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with, or allowed man to be afflicted by, sickness: man wishes God to restore him to good health. God has placed man, or allowed man to be placed, in a situation of poverty; man aspires to good fortune. He pleads with God to grant that which heretofore has been withheld. Is it not the height of audacity and unseemliness for man to presume to “pressure” God with prayer and argument in an attempt to dictate to God how He shall act! Moreover, the very act of prayer, unless it be completely futile, assumes that prayer is efficacious. The apparent implication is that the will of God is subject to change. Yet God and His will are one. Hence, God’s will, which is identical with His essence, is itself eternal and immutable. Thus any change in the divine will is an impossibility. What. then, is the purpose of prayer?
The notion that an individual who prays fervently, and with faith that the prayer will be answered, will necessarily receive a favorable response to his petition is not explicitly formulated in classical Jewish sources. . .
Later scholars …stressed the contemplative and introspective nature of prayer and its effect upon man. The nineteenthcentury writer, Rabbi Samson Raphael Hirsch, viewed prayer primarily as an occasion for introspection rather than as an attempt to communicate with the Active Intellect. . . . A similar description of prayer as an act of self-judgement in the ongoing conflict between man’s good and evil inclinations, as well as a similar philological analysis of the term tefillah, is found in the preface of Rabbi Jacob Zebi Meklenburg’s commentary on the prayerbook, Iyun Tefillah. The author of this work was a contemporary of Rabbi Samson Raphael Hirsch.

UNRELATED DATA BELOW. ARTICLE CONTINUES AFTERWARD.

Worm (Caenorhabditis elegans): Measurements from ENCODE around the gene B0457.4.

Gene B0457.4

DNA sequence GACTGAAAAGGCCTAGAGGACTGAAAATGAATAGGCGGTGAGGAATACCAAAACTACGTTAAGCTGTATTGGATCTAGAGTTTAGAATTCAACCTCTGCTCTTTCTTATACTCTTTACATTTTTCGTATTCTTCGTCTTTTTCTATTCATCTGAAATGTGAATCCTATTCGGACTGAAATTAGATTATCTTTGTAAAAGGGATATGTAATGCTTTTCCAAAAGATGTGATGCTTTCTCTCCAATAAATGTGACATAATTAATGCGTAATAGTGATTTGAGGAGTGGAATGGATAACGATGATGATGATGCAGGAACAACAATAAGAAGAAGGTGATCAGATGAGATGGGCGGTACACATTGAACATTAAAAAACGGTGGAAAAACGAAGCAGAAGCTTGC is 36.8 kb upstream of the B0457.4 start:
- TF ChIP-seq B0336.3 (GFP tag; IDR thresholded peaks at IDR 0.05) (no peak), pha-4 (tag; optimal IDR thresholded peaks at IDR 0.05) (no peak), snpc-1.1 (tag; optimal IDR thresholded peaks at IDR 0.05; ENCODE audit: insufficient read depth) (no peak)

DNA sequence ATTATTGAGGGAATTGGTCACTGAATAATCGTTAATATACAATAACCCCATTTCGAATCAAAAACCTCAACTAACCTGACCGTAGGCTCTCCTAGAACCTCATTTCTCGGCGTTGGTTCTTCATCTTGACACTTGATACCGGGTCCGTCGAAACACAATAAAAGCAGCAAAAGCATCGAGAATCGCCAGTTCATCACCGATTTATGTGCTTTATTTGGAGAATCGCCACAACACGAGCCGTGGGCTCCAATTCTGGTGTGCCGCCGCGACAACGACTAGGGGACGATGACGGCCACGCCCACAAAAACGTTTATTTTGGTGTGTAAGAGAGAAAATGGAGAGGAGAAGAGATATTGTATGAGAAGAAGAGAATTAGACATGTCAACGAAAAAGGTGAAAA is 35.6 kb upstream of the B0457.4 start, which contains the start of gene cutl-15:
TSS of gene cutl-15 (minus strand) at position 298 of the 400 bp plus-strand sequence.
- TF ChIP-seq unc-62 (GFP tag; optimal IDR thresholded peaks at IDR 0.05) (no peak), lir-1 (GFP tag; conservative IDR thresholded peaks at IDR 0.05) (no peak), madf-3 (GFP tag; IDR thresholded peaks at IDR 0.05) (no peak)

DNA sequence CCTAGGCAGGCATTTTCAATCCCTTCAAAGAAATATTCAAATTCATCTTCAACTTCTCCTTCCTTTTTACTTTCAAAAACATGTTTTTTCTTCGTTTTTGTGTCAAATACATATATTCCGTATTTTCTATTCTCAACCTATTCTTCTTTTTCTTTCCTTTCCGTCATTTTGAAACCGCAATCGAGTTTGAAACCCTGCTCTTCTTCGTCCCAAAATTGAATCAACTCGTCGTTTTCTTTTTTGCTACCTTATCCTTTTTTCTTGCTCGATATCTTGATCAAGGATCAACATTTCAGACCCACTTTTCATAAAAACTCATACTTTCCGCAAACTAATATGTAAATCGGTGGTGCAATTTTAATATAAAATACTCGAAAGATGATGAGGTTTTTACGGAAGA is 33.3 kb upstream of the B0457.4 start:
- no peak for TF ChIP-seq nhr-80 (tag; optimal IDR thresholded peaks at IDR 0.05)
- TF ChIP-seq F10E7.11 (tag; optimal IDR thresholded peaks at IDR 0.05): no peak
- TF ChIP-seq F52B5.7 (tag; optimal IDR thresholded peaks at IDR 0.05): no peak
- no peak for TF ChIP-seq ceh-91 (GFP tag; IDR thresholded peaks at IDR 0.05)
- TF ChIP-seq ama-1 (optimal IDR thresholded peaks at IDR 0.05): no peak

Maimonides, in his Guide, regards prayer essentially as an exercise designed to enable man to achieve spiritual perfection rather than as an attempt to elicit a response on the part of God. Indeed, in his formulation of the principle, Maimonides carefully avoids any comment with regard to the efficacy of prayer… Maimonides views prayer as an opportunity to contemplate the nature and grandeur of the Deity. This contemplation leads to intellectual perfection and the establishment of
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658 Bleich, With Perfect Faith, p. 238.
Cf. Gordis, A Faith for Moderns, p. 270. “One medieval thinker went so far as to declare that there is only one true prayer: ‘May it be Thy will that Thy will be done.’ ”
659 Bleich, With Perfect Faith, p. 239.
Cf. ibid., p. 239. “Hirsch’s explanation of the effect of prayer on the worshipper is based upon his philological interpretation of the Hebrew word for ‘prayer,’ tefillah. Hirsch regards this term as being derived from the verb ‘pallel,’ meaning ‘to judge,’ forms of which occur twice in I Samuel 2:23. Grammatically, the Hebrew word for the verb ‘to pray’-le-hitpallel-is in the reflexive form. Prayer, then, for Hirsch, is a form of self-judgment. Prayer becomes the occasion for man to bring himself to trial, to engage in selfexamination with a view to determining whether his conduct conforms to the norms required of a true servant of God, and to reflect upon the ways in which his conduct may be improved and brought into conformity with these ideals.”
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